US20100152032A1 - Aircraft Air Treatment Catalysts, Systems and Methods - Google Patents

Aircraft Air Treatment Catalysts, Systems and Methods Download PDF

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US20100152032A1
US20100152032A1 US12/335,903 US33590308A US2010152032A1 US 20100152032 A1 US20100152032 A1 US 20100152032A1 US 33590308 A US33590308 A US 33590308A US 2010152032 A1 US2010152032 A1 US 2010152032A1
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metal oxide
substrate
catalytic
refractory metal
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Michael P. Galligan
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BASF Catalysts LLC
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    • BPERFORMING OPERATIONS; TRANSPORTING
    • B01PHYSICAL OR CHEMICAL PROCESSES OR APPARATUS IN GENERAL
    • B01JCHEMICAL OR PHYSICAL PROCESSES, e.g. CATALYSIS OR COLLOID CHEMISTRY; THEIR RELEVANT APPARATUS
    • B01J37/00Processes, in general, for preparing catalysts; Processes, in general, for activation of catalysts
    • B01J37/02Impregnation, coating or precipitation
    • B01J37/024Multiple impregnation or coating
    • B01J37/0244Coatings comprising several layers
    • BPERFORMING OPERATIONS; TRANSPORTING
    • B01PHYSICAL OR CHEMICAL PROCESSES OR APPARATUS IN GENERAL
    • B01DSEPARATION
    • B01D53/00Separation of gases or vapours; Recovering vapours of volatile solvents from gases; Chemical or biological purification of waste gases, e.g. engine exhaust gases, smoke, fumes, flue gases, aerosols
    • B01D53/34Chemical or biological purification of waste gases
    • B01D53/74General processes for purification of waste gases; Apparatus or devices specially adapted therefor
    • B01D53/86Catalytic processes
    • B01D53/8671Removing components of defined structure not provided for in B01D53/8603 - B01D53/8668
    • B01D53/8675Ozone
    • BPERFORMING OPERATIONS; TRANSPORTING
    • B01PHYSICAL OR CHEMICAL PROCESSES OR APPARATUS IN GENERAL
    • B01JCHEMICAL OR PHYSICAL PROCESSES, e.g. CATALYSIS OR COLLOID CHEMISTRY; THEIR RELEVANT APPARATUS
    • B01J23/00Catalysts comprising metals or metal oxides or hydroxides, not provided for in group B01J21/00
    • B01J23/38Catalysts comprising metals or metal oxides or hydroxides, not provided for in group B01J21/00 of noble metals
    • B01J23/54Catalysts comprising metals or metal oxides or hydroxides, not provided for in group B01J21/00 of noble metals combined with metals, oxides or hydroxides provided for in groups B01J23/02 - B01J23/36
    • B01J23/56Platinum group metals
    • B01J23/64Platinum group metals with arsenic, antimony, bismuth, vanadium, niobium, tantalum, polonium, chromium, molybdenum, tungsten, manganese, technetium or rhenium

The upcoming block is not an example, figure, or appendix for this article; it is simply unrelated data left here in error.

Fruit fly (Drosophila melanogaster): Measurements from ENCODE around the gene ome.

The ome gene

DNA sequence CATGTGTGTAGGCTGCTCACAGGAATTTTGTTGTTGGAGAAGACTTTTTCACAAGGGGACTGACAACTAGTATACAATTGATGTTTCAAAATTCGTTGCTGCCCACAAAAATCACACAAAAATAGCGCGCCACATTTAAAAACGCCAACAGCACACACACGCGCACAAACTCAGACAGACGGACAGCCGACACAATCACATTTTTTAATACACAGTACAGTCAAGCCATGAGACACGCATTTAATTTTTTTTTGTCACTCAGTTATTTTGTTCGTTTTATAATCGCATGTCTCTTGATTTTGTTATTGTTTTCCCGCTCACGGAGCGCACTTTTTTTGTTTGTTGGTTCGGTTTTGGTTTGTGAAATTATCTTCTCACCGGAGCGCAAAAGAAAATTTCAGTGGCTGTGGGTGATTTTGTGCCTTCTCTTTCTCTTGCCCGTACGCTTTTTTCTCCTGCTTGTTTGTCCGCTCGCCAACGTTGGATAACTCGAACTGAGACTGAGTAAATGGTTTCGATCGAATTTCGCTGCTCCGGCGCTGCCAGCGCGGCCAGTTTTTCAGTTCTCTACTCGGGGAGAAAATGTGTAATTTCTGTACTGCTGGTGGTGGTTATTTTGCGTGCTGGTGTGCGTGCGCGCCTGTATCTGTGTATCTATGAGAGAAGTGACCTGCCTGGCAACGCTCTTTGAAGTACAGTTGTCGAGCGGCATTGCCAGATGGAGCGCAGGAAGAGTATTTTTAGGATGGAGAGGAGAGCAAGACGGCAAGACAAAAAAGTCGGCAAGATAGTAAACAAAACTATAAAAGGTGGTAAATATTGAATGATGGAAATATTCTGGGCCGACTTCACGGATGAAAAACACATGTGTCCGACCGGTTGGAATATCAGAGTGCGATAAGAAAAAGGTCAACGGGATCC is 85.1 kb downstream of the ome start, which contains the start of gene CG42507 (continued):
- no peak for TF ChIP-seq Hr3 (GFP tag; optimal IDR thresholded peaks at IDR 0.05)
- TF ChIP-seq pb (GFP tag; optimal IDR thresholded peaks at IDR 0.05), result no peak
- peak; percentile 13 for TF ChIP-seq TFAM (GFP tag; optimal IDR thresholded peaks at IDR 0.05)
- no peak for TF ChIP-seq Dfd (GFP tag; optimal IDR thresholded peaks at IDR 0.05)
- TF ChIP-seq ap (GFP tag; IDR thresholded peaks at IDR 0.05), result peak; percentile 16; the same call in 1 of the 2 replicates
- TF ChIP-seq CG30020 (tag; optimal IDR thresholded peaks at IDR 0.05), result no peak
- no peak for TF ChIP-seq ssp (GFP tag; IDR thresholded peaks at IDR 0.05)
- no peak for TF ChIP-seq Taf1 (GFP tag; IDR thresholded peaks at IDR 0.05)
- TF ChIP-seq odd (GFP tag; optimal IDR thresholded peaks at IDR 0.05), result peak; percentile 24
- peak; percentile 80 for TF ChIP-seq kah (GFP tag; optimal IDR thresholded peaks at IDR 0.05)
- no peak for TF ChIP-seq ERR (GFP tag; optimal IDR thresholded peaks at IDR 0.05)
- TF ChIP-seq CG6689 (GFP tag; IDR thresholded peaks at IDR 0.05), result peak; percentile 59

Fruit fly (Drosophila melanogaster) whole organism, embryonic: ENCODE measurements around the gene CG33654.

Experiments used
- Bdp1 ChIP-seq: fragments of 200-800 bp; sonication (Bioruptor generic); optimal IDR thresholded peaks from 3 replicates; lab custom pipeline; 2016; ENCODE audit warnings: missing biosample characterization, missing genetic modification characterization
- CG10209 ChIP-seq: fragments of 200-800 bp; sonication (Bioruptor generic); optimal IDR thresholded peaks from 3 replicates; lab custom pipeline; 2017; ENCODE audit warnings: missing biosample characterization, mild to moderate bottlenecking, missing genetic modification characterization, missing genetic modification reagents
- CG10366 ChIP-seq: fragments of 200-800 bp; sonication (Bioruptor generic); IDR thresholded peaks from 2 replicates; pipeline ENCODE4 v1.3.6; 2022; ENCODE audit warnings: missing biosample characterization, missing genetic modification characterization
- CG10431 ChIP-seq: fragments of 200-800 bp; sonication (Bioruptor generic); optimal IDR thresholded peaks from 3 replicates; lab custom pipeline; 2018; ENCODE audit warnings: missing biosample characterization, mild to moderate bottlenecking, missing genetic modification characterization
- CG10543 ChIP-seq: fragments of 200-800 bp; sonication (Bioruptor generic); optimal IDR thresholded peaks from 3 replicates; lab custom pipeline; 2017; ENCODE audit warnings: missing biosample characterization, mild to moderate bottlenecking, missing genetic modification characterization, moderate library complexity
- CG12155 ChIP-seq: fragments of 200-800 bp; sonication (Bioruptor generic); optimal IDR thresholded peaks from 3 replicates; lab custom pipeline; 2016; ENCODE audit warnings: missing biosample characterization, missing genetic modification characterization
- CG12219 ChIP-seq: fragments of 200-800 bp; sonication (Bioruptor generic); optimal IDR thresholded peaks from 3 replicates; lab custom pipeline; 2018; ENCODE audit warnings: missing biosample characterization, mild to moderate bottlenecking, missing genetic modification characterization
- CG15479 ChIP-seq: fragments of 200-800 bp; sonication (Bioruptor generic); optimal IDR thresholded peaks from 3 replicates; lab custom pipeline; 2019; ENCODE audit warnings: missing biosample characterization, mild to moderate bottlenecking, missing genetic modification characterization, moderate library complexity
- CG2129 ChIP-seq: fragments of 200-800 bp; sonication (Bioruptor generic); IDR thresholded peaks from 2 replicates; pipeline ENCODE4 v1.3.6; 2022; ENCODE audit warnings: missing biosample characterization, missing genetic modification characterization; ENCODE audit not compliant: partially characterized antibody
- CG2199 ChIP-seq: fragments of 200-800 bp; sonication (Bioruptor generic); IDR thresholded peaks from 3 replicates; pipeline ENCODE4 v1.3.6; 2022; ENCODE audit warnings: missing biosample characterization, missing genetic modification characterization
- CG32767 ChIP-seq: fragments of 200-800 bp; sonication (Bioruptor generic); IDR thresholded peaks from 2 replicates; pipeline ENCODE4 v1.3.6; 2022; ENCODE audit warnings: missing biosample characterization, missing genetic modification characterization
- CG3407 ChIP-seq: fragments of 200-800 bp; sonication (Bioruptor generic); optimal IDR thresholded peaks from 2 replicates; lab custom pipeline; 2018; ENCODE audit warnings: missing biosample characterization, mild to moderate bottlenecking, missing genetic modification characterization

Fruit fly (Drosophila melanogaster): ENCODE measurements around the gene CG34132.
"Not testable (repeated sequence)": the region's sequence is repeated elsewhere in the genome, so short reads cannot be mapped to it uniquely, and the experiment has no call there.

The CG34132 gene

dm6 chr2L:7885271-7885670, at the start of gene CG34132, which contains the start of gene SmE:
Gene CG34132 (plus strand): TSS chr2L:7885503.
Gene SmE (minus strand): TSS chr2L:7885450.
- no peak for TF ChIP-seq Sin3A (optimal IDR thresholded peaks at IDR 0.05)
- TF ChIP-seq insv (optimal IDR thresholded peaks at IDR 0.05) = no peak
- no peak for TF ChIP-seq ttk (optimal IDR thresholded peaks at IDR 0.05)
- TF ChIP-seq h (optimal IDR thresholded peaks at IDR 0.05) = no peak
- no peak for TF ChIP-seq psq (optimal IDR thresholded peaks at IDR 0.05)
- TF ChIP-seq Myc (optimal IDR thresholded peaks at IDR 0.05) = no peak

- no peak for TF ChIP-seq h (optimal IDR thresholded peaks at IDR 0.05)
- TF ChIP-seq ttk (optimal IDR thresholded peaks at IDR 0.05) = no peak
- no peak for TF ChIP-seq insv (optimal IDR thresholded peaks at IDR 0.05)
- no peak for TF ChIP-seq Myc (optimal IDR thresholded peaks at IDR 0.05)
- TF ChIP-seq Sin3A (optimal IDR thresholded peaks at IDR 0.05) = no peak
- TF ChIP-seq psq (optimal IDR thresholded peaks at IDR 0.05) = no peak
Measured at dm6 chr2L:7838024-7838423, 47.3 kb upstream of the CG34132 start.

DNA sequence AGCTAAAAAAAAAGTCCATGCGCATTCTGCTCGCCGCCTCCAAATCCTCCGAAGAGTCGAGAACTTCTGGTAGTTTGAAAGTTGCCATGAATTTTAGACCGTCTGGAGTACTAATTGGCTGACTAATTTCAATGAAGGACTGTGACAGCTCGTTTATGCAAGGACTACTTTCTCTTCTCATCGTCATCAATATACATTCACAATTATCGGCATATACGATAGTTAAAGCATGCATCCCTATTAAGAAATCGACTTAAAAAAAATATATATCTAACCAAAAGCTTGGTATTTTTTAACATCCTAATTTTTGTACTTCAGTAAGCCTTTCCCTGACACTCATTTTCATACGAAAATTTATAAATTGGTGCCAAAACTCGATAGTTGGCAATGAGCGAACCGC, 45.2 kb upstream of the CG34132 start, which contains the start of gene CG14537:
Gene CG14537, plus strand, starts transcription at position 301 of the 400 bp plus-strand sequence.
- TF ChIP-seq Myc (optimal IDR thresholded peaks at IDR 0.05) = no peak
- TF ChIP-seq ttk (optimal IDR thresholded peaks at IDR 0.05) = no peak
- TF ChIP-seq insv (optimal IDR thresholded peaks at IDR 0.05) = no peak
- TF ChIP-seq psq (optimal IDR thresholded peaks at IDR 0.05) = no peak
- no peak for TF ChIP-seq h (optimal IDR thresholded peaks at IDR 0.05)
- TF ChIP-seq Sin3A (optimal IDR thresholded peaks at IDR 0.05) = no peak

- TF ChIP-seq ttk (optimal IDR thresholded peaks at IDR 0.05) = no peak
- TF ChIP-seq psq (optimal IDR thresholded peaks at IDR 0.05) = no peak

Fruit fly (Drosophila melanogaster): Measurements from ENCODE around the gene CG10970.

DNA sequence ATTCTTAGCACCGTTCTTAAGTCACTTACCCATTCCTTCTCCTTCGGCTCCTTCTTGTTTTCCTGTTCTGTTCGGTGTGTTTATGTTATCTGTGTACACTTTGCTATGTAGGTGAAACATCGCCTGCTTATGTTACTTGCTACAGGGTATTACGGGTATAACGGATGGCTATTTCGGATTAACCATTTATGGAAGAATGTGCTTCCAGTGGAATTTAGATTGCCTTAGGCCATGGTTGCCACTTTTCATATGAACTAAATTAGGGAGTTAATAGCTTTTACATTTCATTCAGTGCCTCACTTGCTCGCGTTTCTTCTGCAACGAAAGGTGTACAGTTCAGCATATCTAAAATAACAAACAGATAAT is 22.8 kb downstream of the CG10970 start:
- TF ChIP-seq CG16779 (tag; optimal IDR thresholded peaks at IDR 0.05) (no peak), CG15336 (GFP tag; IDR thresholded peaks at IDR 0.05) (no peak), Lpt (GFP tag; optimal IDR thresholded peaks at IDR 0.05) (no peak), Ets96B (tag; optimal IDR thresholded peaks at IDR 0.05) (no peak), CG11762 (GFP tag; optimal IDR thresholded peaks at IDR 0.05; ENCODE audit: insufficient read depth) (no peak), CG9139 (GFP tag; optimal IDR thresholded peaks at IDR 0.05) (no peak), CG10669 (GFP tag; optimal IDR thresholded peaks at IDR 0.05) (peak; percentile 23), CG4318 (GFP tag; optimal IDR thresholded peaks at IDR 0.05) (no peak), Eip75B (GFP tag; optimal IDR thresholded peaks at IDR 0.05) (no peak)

• B01J23/656Manganese, technetium or rhenium
    • B01J23/6562Manganese
    • BPERFORMING OPERATIONS; TRANSPORTING
    • B01PHYSICAL OR CHEMICAL PROCESSES OR APPARATUS IN GENERAL
    • B01JCHEMICAL OR PHYSICAL PROCESSES, e.g. CATALYSIS OR COLLOID CHEMISTRY; THEIR RELEVANT APPARATUS
    • B01J37/00Processes, in general, for preparing catalysts; Processes, in general, for activation of catalysts
    • B01J37/02Impregnation, coating or precipitation
    • B01J37/0215Coating
    • B01J37/0225Coating of metal substrates
    • BPERFORMING OPERATIONS; TRANSPORTING
    • B01PHYSICAL OR CHEMICAL PROCESSES OR APPARATUS IN GENERAL
    • B01JCHEMICAL OR PHYSICAL PROCESSES, e.g. CATALYSIS OR COLLOID CHEMISTRY; THEIR RELEVANT APPARATUS
    • B01J37/00Processes, in general, for preparing catalysts; Processes, in general, for activation of catalysts
    • B01J37/02Impregnation, coating or precipitation
    • B01J37/024Multiple impregnation or coating
    • B01J37/0248Coatings comprising impregnated particles
    • BPERFORMING OPERATIONS; TRANSPORTING
    • B01PHYSICAL OR CHEMICAL PROCESSES OR APPARATUS IN GENERAL
    • B01DSEPARATION
    • B01D2255/00Catalysts
    • B01D2255/10Noble metals or compounds thereof
    • B01D2255/102Platinum group metals
    • B01D2255/1023Palladium
    • BPERFORMING OPERATIONS; TRANSPORTING
    • B01PHYSICAL OR CHEMICAL PROCESSES OR APPARATUS IN GENERAL
    • B01DSEPARATION
    • B01D2255/00Catalysts
    • B01D2255/20Metals or compounds thereof
    • B01D2255/207Transition metals
    • B01D2255/2073Manganese
    • BPERFORMING OPERATIONS; TRANSPORTING
    • B01PHYSICAL OR CHEMICAL PROCESSES OR APPARATUS IN GENERAL
    • B01DSEPARATION
    • B01D2255/00Catalysts
    • B01D2255/20Metals or compounds thereof